Infectious Innovations in Medical Education

In May of 2012, Chip Heath (Made to Stick) and Charles Prober MD at Stanford University School of Medicine co-authored a NEJM perspective, Lecture Halls Without Lectures–A Proposal for Medical Education, positing that lecture time is wasted time, and that a more dynamic content delivery medium should be explored. Today, Prober and Sal Kahn, of Khan Academy, are now teaming up to experiment with exactly that concept by “flipping” the med school classroom, according to a September 9, 2013 Inside Higher Ed blog post, Flipping Med Ed:

Khan and Prober present a three-step road map: First, identifying a core curriculum with concepts and lessons that can be taught through…short, focused video clips…then, changing static and poorly attended lectures into interactive sessions where students can practice that curriculum; and finally, letting students explore their passion…early on in their med school careers.

As Khan Academy moves toward delivering lessons for medical students, Khan is engaging experts in the field to help create content. He believes that a ratio of 1:299, lecturer to student, only captures the knowledge of one person in the room. When everyone in the classroom is allowed to weigh in, the content, and learning, take on new life. An example of a Khan Academy lesson on antibiotics follows:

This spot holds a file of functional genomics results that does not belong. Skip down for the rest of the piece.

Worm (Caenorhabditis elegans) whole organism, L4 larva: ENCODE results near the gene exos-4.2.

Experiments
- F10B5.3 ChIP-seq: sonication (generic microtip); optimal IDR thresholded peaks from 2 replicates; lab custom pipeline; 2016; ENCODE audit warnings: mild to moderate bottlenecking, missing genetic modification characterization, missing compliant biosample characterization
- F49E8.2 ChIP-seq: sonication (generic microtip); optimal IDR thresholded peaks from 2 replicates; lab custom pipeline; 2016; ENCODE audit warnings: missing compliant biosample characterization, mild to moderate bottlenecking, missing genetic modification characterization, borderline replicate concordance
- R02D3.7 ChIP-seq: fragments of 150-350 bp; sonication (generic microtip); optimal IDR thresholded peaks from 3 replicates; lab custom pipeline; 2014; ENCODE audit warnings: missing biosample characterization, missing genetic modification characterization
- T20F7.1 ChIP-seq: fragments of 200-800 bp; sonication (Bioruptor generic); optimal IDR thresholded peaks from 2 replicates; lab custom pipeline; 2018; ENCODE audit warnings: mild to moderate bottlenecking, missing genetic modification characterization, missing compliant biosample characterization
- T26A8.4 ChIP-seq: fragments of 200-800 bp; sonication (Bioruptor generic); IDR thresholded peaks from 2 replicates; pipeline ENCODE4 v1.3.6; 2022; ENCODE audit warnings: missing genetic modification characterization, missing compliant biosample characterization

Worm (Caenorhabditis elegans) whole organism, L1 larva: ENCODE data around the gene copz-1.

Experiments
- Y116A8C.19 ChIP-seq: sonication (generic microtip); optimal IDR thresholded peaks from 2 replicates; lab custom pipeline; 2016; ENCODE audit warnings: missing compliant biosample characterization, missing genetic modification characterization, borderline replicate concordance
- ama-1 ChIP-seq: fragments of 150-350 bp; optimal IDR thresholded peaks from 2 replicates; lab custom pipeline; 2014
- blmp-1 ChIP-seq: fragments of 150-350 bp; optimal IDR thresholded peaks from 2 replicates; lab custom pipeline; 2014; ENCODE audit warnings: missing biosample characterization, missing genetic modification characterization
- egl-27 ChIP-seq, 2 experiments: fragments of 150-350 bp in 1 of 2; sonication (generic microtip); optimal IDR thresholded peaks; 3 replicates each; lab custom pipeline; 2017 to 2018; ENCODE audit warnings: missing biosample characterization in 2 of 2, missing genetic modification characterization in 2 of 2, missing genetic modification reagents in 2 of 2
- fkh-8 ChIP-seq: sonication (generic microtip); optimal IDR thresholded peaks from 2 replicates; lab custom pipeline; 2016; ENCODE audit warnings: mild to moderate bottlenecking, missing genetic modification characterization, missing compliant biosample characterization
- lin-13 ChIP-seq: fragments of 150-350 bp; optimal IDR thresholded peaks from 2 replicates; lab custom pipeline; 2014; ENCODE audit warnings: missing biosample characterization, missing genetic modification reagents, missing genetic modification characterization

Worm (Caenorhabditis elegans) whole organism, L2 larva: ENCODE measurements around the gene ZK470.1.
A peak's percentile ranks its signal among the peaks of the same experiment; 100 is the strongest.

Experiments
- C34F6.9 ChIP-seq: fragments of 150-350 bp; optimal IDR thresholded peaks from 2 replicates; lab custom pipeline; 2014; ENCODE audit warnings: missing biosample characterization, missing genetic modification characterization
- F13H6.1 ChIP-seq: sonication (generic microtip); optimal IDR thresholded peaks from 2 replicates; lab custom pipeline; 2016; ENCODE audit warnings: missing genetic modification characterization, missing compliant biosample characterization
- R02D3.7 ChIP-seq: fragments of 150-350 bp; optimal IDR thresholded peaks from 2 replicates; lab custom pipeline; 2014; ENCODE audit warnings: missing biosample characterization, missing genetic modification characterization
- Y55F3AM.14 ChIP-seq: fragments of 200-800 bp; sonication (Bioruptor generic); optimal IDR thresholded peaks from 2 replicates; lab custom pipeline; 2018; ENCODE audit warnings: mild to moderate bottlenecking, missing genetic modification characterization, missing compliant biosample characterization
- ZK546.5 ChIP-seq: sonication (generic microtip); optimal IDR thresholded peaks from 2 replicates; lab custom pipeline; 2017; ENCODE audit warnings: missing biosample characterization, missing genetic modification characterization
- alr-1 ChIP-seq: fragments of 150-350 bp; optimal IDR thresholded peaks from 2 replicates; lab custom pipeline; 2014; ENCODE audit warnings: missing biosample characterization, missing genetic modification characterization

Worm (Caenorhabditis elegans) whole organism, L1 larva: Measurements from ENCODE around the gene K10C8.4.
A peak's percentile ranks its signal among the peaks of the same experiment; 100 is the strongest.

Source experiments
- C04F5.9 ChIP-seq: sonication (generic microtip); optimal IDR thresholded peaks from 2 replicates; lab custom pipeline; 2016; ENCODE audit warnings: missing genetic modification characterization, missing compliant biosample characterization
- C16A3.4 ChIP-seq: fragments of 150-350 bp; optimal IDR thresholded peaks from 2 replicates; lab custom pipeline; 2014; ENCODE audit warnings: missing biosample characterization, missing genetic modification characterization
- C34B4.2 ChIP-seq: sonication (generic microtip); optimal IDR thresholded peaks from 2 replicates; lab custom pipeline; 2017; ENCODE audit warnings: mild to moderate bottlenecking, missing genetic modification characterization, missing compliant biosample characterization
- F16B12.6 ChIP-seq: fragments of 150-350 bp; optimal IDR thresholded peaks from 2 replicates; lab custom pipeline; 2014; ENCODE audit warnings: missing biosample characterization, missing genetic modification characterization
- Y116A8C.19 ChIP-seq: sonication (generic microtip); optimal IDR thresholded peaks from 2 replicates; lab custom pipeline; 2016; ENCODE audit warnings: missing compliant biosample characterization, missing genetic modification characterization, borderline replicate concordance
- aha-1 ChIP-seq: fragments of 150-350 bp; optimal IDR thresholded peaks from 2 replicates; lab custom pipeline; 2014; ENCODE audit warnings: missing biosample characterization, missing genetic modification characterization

Stanford is also working on interactive learning initiatives to support medical educators who would like to explore new ways of delivering traditional curriculum. See more at Stanford Medicine Interactive Learning Initiatives, and stay tuned, as we will continue to share more on the innovations coming your way in medical education.

Advertisements


Leave a Reply

Fill in your details below or click an icon to log in:

WordPress.com Logo

You are commenting using your WordPress.com account. Log Out / Change )

Twitter picture

You are commenting using your Twitter account. Log Out / Change )

Facebook photo

You are commenting using your Facebook account. Log Out / Change )

Google+ photo

You are commenting using your Google+ account. Log Out / Change )

Connecting to %s